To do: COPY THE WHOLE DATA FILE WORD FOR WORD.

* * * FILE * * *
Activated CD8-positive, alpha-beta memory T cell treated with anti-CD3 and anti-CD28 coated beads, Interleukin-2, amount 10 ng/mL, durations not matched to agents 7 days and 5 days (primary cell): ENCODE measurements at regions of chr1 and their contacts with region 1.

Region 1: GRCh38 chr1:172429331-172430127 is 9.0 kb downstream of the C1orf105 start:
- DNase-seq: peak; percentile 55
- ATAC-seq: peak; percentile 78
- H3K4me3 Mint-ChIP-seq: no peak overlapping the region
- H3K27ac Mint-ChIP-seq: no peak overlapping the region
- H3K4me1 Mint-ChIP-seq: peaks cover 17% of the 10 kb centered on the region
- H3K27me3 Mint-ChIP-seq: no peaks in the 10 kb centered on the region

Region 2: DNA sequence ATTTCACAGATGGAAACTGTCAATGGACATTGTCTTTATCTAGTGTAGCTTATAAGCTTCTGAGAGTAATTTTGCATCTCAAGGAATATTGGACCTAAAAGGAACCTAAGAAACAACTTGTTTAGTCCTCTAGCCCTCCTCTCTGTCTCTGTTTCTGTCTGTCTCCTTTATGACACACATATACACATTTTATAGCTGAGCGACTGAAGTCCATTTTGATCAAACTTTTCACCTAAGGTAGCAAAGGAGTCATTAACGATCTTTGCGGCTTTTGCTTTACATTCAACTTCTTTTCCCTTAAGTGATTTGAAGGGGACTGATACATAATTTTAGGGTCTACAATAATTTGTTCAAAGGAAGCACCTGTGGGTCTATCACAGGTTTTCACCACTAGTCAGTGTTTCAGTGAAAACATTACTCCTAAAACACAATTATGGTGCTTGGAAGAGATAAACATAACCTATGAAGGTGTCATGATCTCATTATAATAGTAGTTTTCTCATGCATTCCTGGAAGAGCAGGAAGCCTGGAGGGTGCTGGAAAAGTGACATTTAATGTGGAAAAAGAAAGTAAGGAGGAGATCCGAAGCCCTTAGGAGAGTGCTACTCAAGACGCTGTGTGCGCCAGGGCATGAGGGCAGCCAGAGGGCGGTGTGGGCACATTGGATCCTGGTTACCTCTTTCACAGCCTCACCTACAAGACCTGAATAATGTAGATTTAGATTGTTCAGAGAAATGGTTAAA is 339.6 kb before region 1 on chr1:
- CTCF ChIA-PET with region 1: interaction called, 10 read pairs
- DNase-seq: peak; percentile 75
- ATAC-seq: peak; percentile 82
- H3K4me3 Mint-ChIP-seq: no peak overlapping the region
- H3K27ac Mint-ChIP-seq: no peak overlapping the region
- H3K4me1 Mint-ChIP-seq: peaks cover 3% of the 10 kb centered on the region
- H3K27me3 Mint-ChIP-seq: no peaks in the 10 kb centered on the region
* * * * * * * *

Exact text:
Activated CD8-positive, alpha-beta memory T cell treated with anti-CD3 and anti-CD28 coated beads, Interleukin-2, amount 10 ng/mL, durations not matched to agents 7 days and 5 days (primary cell): ENCODE measurements at regions of chr1 and their contacts with region 1.

Region 1: GRCh38 chr1:172429331-172430127 is 9.0 kb downstream of the C1orf105 start:
- DNase-seq: peak; percentile 55
- ATAC-seq: peak; percentile 78
- H3K4me3 Mint-ChIP-seq: no peak overlapping the region
- H3K27ac Mint-ChIP-seq: no peak overlapping the region
- H3K4me1 Mint-ChIP-seq: peaks cover 17% of the 10 kb centered on the region
- H3K27me3 Mint-ChIP-seq: no peaks in the 10 kb centered on the region

Region 2: DNA sequence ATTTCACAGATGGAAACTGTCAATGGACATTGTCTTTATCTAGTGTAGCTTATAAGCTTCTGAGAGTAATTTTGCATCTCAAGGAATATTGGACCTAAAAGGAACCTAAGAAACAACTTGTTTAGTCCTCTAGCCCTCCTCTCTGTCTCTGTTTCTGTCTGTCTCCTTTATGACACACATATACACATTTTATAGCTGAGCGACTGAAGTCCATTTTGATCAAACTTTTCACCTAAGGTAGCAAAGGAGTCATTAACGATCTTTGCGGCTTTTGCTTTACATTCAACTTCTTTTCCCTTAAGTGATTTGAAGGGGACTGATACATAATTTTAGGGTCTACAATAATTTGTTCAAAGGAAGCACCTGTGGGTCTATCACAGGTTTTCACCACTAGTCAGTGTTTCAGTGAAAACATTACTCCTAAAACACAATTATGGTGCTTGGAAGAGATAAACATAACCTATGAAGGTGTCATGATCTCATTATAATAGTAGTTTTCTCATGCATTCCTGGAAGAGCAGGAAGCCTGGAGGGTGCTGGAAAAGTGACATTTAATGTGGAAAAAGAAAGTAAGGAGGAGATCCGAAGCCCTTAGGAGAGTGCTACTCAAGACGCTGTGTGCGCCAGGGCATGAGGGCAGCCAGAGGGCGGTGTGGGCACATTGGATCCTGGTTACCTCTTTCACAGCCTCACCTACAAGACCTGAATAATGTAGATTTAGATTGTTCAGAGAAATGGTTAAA is 339.6 kb before region 1 on chr1:
- CTCF ChIA-PET with region 1: interaction called, 10 read pairs
- DNase-seq: peak; percentile 75
- ATAC-seq: peak; percentile 82
- H3K4me3 Mint-ChIP-seq: no peak overlapping the region
- H3K27ac Mint-ChIP-seq: no peak overlapping the region
- H3K4me1 Mint-ChIP-seq: peaks cover 3% of the 10 kb centered on the region
- H3K27me3 Mint-ChIP-seq: no peaks in the 10 kb centered on the region